13 – 19 Aug ’11
A week of summing up, deliberation, and snow. And the discovery that absence is no excuse.
After carrying out my duty as a citizen of this country to serve as one of the ’12 good men and true’, I have some thoughts that I need to share. I need to get them out of my head so that I can sleep.
An open letter to all those involved in the Bacon trial (the jurors know who they are).
To the complainant, we believed you. We all have no doubt that the account you gave is an accurate retelling of your memory of the events. We are sorry that you were so grievously injured, and we hope that you are able to get on with your life now in peace.
To the accused, you are guilty of violence. We know that you are guilty. But we cannot say beyond reasonable doubt that you were ‘colonel mustard in the library with the candle stick’. It is our belief that the Universe will have its revenge. Keep looking over your shoulder for Karma is surely out to get you.
To the lawyer for the defence, we saw through your smoke and mirrors. Endlessly repeating mis-information does not make that information true. Your red herrings and cocker spaniels did not distract us from the facts. Parading busy-bodies and drugged up do-doggers is not a defence. Bullying an expert witness does not do your client any favours.
To the lawyer for the prosecution, you did a fine job with the information you had. Thank you for sticking to the facts, for presenting your case clearly and reasonably.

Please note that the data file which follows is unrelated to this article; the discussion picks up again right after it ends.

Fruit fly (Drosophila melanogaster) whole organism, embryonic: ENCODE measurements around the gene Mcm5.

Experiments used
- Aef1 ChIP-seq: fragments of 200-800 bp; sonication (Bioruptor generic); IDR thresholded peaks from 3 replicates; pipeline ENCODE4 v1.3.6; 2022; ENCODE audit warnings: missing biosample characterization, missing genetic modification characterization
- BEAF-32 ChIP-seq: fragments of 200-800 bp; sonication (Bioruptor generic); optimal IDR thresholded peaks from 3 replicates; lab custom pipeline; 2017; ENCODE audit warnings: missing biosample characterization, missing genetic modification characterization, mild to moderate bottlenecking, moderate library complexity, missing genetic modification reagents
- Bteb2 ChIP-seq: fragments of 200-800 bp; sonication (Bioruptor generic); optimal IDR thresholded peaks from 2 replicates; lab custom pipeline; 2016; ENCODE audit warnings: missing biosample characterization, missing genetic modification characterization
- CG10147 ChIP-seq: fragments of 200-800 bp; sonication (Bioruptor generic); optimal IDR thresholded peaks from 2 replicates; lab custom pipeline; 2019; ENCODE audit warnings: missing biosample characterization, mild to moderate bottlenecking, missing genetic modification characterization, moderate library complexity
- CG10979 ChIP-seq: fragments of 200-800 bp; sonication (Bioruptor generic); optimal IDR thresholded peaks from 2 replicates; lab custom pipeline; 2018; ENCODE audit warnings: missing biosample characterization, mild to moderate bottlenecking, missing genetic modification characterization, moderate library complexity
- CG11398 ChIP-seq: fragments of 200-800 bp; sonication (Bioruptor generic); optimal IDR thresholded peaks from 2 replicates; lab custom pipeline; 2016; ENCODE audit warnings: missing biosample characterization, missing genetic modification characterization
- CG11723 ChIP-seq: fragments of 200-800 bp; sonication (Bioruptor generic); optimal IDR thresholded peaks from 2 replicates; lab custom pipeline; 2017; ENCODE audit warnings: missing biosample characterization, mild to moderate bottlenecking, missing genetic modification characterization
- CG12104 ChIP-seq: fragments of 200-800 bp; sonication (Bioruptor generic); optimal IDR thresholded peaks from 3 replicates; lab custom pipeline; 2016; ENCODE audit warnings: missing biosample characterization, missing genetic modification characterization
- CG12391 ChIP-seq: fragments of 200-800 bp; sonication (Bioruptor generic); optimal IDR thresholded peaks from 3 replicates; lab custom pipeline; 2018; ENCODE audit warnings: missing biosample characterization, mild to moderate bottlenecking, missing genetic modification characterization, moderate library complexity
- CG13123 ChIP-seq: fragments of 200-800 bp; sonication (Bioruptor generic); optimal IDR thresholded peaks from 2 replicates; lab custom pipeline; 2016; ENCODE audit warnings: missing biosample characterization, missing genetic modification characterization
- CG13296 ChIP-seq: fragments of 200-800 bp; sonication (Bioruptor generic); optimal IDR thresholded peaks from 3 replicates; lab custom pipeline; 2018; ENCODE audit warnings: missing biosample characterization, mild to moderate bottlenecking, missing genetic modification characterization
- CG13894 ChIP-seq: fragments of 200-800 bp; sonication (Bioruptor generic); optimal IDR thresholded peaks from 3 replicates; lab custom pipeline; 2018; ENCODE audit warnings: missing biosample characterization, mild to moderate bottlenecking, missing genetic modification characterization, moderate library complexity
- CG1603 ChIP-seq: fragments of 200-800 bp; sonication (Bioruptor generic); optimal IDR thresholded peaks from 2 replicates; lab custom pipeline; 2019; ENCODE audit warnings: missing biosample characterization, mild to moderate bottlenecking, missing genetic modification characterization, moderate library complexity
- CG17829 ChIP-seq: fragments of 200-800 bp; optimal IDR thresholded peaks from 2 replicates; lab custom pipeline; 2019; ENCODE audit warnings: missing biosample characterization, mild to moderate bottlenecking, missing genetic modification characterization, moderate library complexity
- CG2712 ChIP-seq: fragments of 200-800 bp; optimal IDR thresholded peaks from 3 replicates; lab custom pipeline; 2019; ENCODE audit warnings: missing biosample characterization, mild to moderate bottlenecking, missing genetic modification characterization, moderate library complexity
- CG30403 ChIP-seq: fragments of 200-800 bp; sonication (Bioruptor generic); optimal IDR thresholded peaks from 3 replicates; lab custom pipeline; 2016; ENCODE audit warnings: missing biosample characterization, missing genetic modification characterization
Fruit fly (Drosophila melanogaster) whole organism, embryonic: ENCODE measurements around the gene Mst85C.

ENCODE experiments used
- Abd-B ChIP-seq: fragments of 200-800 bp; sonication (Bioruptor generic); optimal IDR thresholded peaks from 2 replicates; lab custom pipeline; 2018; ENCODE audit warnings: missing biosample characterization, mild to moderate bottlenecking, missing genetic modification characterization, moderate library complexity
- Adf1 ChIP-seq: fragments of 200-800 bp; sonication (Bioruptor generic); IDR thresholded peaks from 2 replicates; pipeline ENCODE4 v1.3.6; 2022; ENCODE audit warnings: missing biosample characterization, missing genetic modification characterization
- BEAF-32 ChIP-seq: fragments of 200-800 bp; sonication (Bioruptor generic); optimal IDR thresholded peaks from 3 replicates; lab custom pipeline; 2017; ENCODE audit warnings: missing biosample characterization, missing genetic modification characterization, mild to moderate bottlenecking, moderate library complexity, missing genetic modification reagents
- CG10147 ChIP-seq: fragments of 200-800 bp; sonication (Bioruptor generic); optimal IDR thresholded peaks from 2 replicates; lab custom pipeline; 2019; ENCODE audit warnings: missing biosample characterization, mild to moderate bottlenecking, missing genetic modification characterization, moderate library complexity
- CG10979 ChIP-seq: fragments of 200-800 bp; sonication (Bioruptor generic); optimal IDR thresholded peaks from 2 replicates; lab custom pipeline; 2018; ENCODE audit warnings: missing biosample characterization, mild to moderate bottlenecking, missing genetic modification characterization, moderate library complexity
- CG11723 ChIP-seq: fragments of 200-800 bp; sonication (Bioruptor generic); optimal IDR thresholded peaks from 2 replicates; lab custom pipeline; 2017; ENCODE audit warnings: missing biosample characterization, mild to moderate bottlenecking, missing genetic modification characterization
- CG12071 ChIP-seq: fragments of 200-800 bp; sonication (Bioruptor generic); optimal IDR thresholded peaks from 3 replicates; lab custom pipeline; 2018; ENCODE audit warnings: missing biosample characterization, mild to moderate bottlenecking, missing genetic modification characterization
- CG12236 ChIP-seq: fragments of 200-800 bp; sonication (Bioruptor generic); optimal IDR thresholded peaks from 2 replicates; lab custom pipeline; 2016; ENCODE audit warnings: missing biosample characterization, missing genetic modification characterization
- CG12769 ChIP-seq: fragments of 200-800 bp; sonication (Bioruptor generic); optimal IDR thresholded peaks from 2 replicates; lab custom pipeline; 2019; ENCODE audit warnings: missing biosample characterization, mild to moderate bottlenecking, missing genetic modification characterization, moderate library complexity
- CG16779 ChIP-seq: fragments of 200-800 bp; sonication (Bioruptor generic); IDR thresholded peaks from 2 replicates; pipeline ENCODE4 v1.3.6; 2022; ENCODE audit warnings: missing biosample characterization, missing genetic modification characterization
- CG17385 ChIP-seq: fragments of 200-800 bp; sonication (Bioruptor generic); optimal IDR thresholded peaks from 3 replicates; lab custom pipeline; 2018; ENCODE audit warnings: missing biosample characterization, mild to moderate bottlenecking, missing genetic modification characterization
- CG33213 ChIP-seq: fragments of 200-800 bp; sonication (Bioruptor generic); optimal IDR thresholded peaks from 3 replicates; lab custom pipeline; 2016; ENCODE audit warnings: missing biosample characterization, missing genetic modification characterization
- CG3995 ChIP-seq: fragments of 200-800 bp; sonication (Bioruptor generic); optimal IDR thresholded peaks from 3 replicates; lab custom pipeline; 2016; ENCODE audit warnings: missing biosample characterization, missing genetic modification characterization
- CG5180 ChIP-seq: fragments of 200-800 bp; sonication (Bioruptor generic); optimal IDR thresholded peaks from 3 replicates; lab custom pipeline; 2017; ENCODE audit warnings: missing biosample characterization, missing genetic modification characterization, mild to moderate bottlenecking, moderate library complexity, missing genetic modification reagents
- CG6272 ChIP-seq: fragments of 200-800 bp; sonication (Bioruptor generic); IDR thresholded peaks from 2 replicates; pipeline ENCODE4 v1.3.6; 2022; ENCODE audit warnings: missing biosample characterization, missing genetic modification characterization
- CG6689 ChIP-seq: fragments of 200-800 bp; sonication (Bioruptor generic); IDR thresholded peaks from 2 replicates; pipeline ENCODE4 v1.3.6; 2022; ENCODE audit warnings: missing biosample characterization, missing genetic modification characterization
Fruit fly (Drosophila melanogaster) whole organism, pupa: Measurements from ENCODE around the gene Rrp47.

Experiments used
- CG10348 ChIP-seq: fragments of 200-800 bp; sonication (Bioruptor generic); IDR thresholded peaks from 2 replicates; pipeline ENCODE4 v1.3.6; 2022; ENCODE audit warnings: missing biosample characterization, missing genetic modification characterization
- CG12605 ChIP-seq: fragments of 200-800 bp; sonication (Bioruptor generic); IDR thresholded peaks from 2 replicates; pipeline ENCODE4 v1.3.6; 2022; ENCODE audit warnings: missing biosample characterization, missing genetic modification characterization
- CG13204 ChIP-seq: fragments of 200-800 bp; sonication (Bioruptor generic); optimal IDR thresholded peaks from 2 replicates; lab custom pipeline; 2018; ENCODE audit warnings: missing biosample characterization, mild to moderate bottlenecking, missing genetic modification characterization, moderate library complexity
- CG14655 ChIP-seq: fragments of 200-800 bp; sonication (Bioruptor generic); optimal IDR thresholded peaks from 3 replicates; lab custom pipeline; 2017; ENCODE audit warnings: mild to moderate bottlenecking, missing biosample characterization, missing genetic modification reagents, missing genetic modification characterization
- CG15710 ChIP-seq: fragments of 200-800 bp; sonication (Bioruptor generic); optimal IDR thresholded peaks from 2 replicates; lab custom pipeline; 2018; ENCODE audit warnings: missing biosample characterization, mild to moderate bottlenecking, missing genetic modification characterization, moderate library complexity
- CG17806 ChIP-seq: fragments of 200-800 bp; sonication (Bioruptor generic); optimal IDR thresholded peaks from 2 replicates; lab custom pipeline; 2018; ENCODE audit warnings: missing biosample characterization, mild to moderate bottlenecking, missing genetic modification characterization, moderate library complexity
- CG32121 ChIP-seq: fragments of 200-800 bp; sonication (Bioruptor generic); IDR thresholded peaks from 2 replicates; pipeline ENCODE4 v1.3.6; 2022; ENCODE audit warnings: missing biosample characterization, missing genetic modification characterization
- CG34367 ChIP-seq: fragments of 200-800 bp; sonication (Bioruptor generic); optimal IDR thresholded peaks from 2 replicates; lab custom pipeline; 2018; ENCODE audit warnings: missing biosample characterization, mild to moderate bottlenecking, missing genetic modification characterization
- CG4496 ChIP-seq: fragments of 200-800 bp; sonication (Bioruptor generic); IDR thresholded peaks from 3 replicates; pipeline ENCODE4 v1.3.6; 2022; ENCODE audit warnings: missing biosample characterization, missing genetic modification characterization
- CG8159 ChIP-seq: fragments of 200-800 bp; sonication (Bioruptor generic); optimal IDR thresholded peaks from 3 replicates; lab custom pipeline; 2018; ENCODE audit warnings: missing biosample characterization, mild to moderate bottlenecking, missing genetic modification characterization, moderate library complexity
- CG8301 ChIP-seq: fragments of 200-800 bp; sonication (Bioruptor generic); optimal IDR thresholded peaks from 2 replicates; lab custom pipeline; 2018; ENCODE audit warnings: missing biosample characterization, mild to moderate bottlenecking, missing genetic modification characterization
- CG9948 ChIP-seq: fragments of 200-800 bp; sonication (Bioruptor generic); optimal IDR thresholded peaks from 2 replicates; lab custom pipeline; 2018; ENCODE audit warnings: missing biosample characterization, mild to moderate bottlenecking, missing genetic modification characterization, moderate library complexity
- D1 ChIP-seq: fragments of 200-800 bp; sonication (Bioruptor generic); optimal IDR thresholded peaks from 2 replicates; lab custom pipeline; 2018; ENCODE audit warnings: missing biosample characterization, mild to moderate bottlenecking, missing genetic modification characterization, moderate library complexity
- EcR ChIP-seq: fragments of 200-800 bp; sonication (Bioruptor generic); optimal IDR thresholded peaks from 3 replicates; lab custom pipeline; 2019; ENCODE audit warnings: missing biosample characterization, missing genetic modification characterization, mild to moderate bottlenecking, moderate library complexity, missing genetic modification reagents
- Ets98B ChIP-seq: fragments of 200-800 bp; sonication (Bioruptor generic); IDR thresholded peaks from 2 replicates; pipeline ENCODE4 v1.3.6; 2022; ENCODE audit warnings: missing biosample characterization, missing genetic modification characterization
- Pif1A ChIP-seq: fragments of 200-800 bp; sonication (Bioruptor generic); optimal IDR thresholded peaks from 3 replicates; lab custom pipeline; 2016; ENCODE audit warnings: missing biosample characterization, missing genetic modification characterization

To the detective, we understand that real life is not CSI, but there was simply not enough.
To the twin registrars, thank you for making a trying experience bearable. Your cool calmness and collection were helpful beyond doubt. The chocky bikkies helped too.
And lastly, to my fellow jurors, the week we spent together will leave a permanent impression. It is heartening to know that there are people such as yourselves in our community. People willing to give up their regular routines for a time to help our society run as it should. People who are reasoned and balanced in their thinking, who value life and livelihoods, people good and true. I wish you all well as you return to your daily lives.
Snowfall and Rainbows
We deliberated for all of Monday afternoon and after we delivered our verdict to the judge, he informed us that there had been some changes outside while we’d been closeted in the jury room. Disappointed – you’ve never seen 12 such disappointed people in one jury box. We’d missed the promised snowfall. We emerged from the courthouse to an eerie twilight, cars and buildings covered in snow. It hadn’t snowed in Palmerston North for 80 years – and we’d missed it. The whole day had been emotionally draining, by the time I got home I was worn out.
But Mother Nature was not finished with us. More snow fell Tuesday night and Wednesday night. By Thursday morning we had a really decent coating of the white stuff. I just couldn’t help smiling every time I looked out the window. The kids had a ball.
By Thursday afternoon the snow had pretty much all melted away. And the rainbows came out.